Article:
What happens if the feds raid my house? If you are using your encrypted OS, your password is stored in the RAM somewhere. A complete memdump will give away your pass, a hash of it or some clues. Usually people don’t want this to happen. An easy workaround is to create two encrypted OSs. The first is the dummy, the second is your main OS. In such a case, boot the dummy ;). They will dump a key that will be of no use 😉 Btw I made an assumption here, you know which cryptosystems are secure and which are not. If this is not the case, well, you better start digging.

How to protect my communications?

I am a happy ownerI used to be the happy owner of a smartphone until the company pushed a crappy update that drains my battery faster than I can imagine. Anyway, as such I use my phone to check my mails. Every now and then I deal with 0days or I transfer money from my bank account etc. As such I have to make sure that there’s no eavesdropper around, same thing applies for my laptop. How do I do this? I’ve set up an SSH in my home. Every time I connect to the internetz I hide my ass behind my SSH which is connected through a trusted VPN which leads to TOR nodes. Ok, that’s too much security but even if something fails I have another options ;). If I can’t use my tunnels I use publicly available one. You better start doing the same.

Assume now that you are in a public cafe. What do you do if you want to fuck with eavesdroppers? Easy. Grap a USB wifi adapter. Script it so that it frequently changes SSID and information. It’ll take some time for the eavesdropper to figure what’s going on 😛

Physical Protection 101

This was a part of a conversation I had with a scene whore. How do you protect your laptop from physical attacks? It’s called two factor authentication and it works, something the user has (usb stick for example), something the user knows (password). If your laptop supports fingerscanning then you can extend the authentication to something the user is (fingerprint 😉 ).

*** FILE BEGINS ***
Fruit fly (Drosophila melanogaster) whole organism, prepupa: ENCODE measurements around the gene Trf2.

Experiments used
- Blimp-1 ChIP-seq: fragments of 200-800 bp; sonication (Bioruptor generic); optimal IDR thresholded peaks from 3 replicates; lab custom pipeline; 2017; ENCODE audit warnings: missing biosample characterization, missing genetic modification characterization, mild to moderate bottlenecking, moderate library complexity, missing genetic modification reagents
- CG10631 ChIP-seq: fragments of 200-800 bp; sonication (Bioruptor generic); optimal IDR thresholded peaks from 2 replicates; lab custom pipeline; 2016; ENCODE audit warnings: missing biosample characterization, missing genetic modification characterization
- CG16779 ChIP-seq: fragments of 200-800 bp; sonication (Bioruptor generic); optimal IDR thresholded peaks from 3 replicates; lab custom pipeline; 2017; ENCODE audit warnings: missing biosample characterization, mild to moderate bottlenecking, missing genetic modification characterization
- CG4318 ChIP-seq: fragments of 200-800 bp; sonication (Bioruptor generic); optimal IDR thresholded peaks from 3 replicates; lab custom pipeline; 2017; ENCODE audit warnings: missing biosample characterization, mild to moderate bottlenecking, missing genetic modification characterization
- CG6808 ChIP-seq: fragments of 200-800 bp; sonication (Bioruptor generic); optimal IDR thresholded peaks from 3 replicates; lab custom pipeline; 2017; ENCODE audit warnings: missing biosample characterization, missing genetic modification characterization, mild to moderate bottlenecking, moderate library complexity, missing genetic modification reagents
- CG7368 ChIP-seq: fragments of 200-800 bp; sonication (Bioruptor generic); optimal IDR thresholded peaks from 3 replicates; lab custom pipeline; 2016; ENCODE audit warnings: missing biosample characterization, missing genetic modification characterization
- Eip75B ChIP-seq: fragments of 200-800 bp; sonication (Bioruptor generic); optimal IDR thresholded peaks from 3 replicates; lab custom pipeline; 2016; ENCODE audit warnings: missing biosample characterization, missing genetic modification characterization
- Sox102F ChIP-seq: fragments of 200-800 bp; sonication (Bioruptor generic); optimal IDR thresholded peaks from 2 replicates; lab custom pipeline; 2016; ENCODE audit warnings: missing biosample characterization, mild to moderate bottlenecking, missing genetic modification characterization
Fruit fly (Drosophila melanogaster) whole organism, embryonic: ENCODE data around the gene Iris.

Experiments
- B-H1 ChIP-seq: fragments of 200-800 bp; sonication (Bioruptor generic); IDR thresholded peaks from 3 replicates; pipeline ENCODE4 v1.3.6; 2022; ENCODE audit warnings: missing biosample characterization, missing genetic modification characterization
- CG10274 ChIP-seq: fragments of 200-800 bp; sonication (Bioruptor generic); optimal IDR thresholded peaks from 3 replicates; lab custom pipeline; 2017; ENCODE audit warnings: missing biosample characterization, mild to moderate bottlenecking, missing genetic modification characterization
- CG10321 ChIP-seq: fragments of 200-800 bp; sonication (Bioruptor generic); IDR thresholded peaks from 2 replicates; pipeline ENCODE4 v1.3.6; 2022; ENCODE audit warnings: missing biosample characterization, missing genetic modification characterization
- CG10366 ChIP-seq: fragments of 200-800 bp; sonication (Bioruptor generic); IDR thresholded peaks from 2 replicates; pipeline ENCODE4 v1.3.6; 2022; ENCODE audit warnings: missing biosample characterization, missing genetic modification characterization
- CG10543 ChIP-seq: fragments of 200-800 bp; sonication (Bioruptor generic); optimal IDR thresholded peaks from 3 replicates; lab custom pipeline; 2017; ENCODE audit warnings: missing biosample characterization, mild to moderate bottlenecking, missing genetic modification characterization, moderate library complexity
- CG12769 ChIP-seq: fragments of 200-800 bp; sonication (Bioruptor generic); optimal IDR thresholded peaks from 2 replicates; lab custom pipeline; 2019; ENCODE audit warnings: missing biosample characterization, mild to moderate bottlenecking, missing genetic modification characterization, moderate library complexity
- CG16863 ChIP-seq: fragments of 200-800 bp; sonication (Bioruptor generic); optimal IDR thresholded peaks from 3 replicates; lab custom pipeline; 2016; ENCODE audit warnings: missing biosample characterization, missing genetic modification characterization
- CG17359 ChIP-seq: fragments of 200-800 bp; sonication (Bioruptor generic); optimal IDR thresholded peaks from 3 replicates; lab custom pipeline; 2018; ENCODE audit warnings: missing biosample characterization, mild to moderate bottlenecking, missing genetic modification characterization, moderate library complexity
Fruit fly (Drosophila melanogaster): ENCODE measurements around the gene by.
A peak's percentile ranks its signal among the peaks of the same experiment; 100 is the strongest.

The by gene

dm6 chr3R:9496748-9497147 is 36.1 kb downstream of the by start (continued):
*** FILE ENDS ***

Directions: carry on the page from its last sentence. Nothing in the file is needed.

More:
You leave your pc without locking your screen? Take the usb stick with you and the pc is locked. Advancing this scheme, lock everything your bios allows you to lock so that the PC boots only from a certain HDD. There is an attack there but the attacker must have physical access to your PC, know how to dissassemble it etc (CMOS battery removed 😛 ). Another option if you hate usb sticks is pinging your phone. If your phone is not near, PC is locked etc.

I lost my PC/Smartphone etc. Now what? Shit happens and assuming you didn’t do anything of the above or you did but it was bypassed, you can always track your pc/smartphone etc 😉 There are tons of free software out there that do that for you and they allow you to delete data, make noises, photograph the thief etc.

Have fun.

iz out

Human stupidity

Ladies and gentlemen, we have a winner. We had a conversation about who is and who is not a hacker. The scene-whore stated that “a hacker is a guy who knows who to deal with tools”. DIE MOFO  That’s cute. So I did a little info-gathering about this guy and I came up with some amazing information.
He uses only pre-canned tools, he uses only scripts developed by other people, he uses only tools that take no parameter, he is not able to define what a buffer overflow exploitation is. How nice of you.

Quick note: His level of stupidity goes beyond my descriptive abilities. He used a Javascript packer to keep his “site” packed. I guess he didn’t know how to use a fucking packer and thus he ended up having a packer, an encoded string, and the plaintext. Good job 😀

Moving over the scene-whore, who the fuck is a hacker? IMHO the term “hacker” is a term that people give it to you, not one you use to describe yourself. If you say “I hack” that’s fine, if you say “I am a hacker” you better prove it fast. It’s not about the 0days, it’s mostly about the ability to tackle problems in a fascinating way. Everyone can use a milk crate to put a lamp on, a true carpenter will do something amazing to put a lamp on .